Research

Lars Peter Hansen is a leading expert in economic dynamics who works at the forefront of economic thinking and modeling. He draws approaches from macroeconomics, finance, and statistics.

Hansen’s current work investigates three interconnecting areas: (1) macroeconomic uncertainty and financial markets; (2) struggling with a complex future; and (3) understanding investor beliefs through asset market data.

In this 4-minute documentary, “Incertitudes”, Lars explains why he seeks to better understand the role uncertainty plays in financial markets and the economy. (Produced by Histoire courtes.)

1. Tackling Uncertainty When Confronting Climate Change

Hansen and his collaborators develop and apply methods for confirming uncertainty and its impacts, broadly speaking, for the design and conduct of public policy. This research brings tools from decision theory and asset pricing to study uncertainty evaluation including the particular ramifications for the social cost of carbon.

Specifically, Hansen places emphasis on quantitative storytelling as a credible way to conduct policy analysis in dynamic settings. It combines so-called “stylized modeling” with empirical evidence. Hansen and his co-authors purposefully consider multiple stories, with carefully worked-out narratives that are formally captured as models, which have different ramifications for the environment and the economy. For dynamic problems such as the one of climate uncertainty, multiple “stories” are virtually impossible to dismiss on either theoretical or empirical grounds.

In their quantitative application, Hansen and his collaborators show that the social cost of carbon could become very large without additional forms of mitigation, technological change, adaptation and/or policy intervention. They abstract from regional and developmental heterogeneity, which should be part of a more full accounting. Of course, these limitations should be explored and they will alter the implied social cost of carbon. They are actively engaged in revealing extensions that will allow us to confront some of these shortcomings along with more ambitious climate inputs. In summary, this paper is not meant as the answer, but as their initial step in incorporating broad notions of uncertainty in a formal policy analysis while avoiding overstated claims of our current knowledge base.

2. Struggling with a Complex Future

Hansen and his collaborators explore important questions about the consequences for financial markets when investors are unsure about the future.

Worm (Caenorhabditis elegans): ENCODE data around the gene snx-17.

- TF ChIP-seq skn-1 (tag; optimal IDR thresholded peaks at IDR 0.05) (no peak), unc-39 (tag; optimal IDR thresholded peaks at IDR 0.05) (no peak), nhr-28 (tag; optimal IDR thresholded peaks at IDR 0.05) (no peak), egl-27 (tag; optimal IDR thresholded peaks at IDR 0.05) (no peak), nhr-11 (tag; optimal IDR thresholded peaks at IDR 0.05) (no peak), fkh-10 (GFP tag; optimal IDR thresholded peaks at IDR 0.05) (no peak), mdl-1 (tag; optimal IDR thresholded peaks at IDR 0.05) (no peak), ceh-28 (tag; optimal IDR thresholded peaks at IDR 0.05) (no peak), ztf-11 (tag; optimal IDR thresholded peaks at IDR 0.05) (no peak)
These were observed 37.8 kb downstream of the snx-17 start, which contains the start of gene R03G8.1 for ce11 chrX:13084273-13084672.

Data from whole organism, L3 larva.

Formal and informal evidence from financial markets suggests that the markets vary over time in their concerns about uncertainty. What drives these fluctuations and how are they related to speculations about future macroeconomic performance? How should public policy be designed given our incomplete understanding how policy impacts the economy in subtle and not so subtle ways.

To investigate these issues formally requires a modeling framework where investors within the model sometimes struggle with how to make projections about future economic performance and even about which model is the best one to use

Hansen and his coauthors study how different forms of uncertainty, including risk, ambiguity and their resulting skepticism, impact financial market performance. They seek to advance understanding about the implications of uncertainty, especially for behavior of markets and the design of economic policy.

Relevant Research

3. The Pricing Impact of Macroeconomic Uncertainty

Applied macroeconomic research quantifies how random impulses or “shocks” to the dynamic economic system transmit throughout the economy and  affect  outcomes over time.

Hansen’s recent collaborative research aims to assign prices to these shocks by building on and extending insights from asset pricing theory.

In financial markets, we know that investors are compensated for their exposure to added macroeconomic uncertainty, but we don’t yet know how or by how much. Hansen’s research seeks to answer the question, “What are the implied investor compensations for exposure to macroeconomic shocks over alternative payoff or investment horizons?”  

Thus, his work is designed to provide a pricing counterpart to the impulse response functions used by macroeconomists. The drive to  identify the long-term impacts of uncertainty motivates this work, and as a result, features revealing characterizations of the importance of the contributions to pricing that persist over time.

Relevant Research

4. Investor beliefs as revealed by asset market data

Asset markets are forward-looking. They encode information about investor beliefs about the future and about investors’ concerns for risk. How can we use financial market data to extract information about these two components in a reliable way? Financial market prices can change because investors change their subjective beliefs about the future and because the risk prices that they are exposed to change. This research, which Hansen pursues with his collaborators, investigates this question by formally exploring the interplay among , investors’ beliefs, rational expectations, and the long-term consequences of exposure to risk.

Relevant Research

(See complete paper archive.)